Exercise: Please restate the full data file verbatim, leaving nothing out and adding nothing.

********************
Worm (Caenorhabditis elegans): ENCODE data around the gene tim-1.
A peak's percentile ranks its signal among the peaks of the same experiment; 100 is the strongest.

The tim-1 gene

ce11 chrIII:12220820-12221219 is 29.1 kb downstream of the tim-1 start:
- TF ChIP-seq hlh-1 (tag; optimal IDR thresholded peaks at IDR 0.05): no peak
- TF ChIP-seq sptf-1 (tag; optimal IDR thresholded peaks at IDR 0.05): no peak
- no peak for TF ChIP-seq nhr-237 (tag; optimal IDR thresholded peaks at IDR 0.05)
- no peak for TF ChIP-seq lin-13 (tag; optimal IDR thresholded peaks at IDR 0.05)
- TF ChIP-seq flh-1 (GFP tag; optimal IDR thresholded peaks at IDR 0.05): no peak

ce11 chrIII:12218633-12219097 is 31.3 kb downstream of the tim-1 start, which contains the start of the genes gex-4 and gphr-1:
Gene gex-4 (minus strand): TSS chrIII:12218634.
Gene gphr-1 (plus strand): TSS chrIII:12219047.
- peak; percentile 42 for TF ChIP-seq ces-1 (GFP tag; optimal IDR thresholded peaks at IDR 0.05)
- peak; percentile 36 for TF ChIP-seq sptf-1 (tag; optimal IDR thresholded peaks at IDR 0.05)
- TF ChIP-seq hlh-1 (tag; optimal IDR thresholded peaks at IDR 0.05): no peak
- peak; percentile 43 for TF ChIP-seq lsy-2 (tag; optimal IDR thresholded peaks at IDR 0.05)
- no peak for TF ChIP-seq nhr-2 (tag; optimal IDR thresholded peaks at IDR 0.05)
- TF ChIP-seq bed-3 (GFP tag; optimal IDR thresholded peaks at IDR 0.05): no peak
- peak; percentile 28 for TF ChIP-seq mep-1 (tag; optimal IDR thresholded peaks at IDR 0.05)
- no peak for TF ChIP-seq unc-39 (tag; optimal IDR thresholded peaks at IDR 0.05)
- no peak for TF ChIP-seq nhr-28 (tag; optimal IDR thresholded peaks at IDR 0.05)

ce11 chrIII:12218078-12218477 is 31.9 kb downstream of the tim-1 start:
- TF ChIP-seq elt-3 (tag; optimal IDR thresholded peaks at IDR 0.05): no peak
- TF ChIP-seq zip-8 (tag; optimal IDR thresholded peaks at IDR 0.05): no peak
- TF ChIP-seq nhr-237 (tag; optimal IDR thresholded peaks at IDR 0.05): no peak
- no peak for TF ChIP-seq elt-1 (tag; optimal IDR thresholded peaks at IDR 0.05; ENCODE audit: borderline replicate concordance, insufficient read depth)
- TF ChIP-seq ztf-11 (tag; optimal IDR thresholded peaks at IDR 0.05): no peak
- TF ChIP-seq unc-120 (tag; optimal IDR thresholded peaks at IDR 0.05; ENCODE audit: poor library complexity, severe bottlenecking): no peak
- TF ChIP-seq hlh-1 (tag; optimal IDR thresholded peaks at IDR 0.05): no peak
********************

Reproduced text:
Worm (Caenorhabditis elegans): ENCODE data around the gene tim-1.
A peak's percentile ranks its signal among the peaks of the same experiment; 100 is the strongest.

The tim-1 gene

ce11 chrIII:12220820-12221219 is 29.1 kb downstream of the tim-1 start:
- TF ChIP-seq hlh-1 (tag; optimal IDR thresholded peaks at IDR 0.05): no peak
- TF ChIP-seq sptf-1 (tag; optimal IDR thresholded peaks at IDR 0.05): no peak
- no peak for TF ChIP-seq nhr-237 (tag; optimal IDR thresholded peaks at IDR 0.05)
- no peak for TF ChIP-seq lin-13 (tag; optimal IDR thresholded peaks at IDR 0.05)
- TF ChIP-seq flh-1 (GFP tag; optimal IDR thresholded peaks at IDR 0.05): no peak

ce11 chrIII:12218633-12219097 is 31.3 kb downstream of the tim-1 start, which contains the start of the genes gex-4 and gphr-1:
Gene gex-4 (minus strand): TSS chrIII:12218634.
Gene gphr-1 (plus strand): TSS chrIII:12219047.
- peak; percentile 42 for TF ChIP-seq ces-1 (GFP tag; optimal IDR thresholded peaks at IDR 0.05)
- peak; percentile 36 for TF ChIP-seq sptf-1 (tag; optimal IDR thresholded peaks at IDR 0.05)
- TF ChIP-seq hlh-1 (tag; optimal IDR thresholded peaks at IDR 0.05): no peak
- peak; percentile 43 for TF ChIP-seq lsy-2 (tag; optimal IDR thresholded peaks at IDR 0.05)
- no peak for TF ChIP-seq nhr-2 (tag; optimal IDR thresholded peaks at IDR 0.05)
- TF ChIP-seq bed-3 (GFP tag; optimal IDR thresholded peaks at IDR 0.05): no peak
- peak; percentile 28 for TF ChIP-seq mep-1 (tag; optimal IDR thresholded peaks at IDR 0.05)
- no peak for TF ChIP-seq unc-39 (tag; optimal IDR thresholded peaks at IDR 0.05)
- no peak for TF ChIP-seq nhr-28 (tag; optimal IDR thresholded peaks at IDR 0.05)

ce11 chrIII:12218078-12218477 is 31.9 kb downstream of the tim-1 start:
- TF ChIP-seq elt-3 (tag; optimal IDR thresholded peaks at IDR 0.05): no peak
- TF ChIP-seq zip-8 (tag; optimal IDR thresholded peaks at IDR 0.05): no peak
- TF ChIP-seq nhr-237 (tag; optimal IDR thresholded peaks at IDR 0.05): no peak
- no peak for TF ChIP-seq elt-1 (tag; optimal IDR thresholded peaks at IDR 0.05; ENCODE audit: borderline replicate concordance, insufficient read depth)
- TF ChIP-seq ztf-11 (tag; optimal IDR thresholded peaks at IDR 0.05): no peak
- TF ChIP-seq unc-120 (tag; optimal IDR thresholded peaks at IDR 0.05; ENCODE audit: poor library complexity, severe bottlenecking): no peak
- TF ChIP-seq hlh-1 (tag; optimal IDR thresholded peaks at IDR 0.05): no peak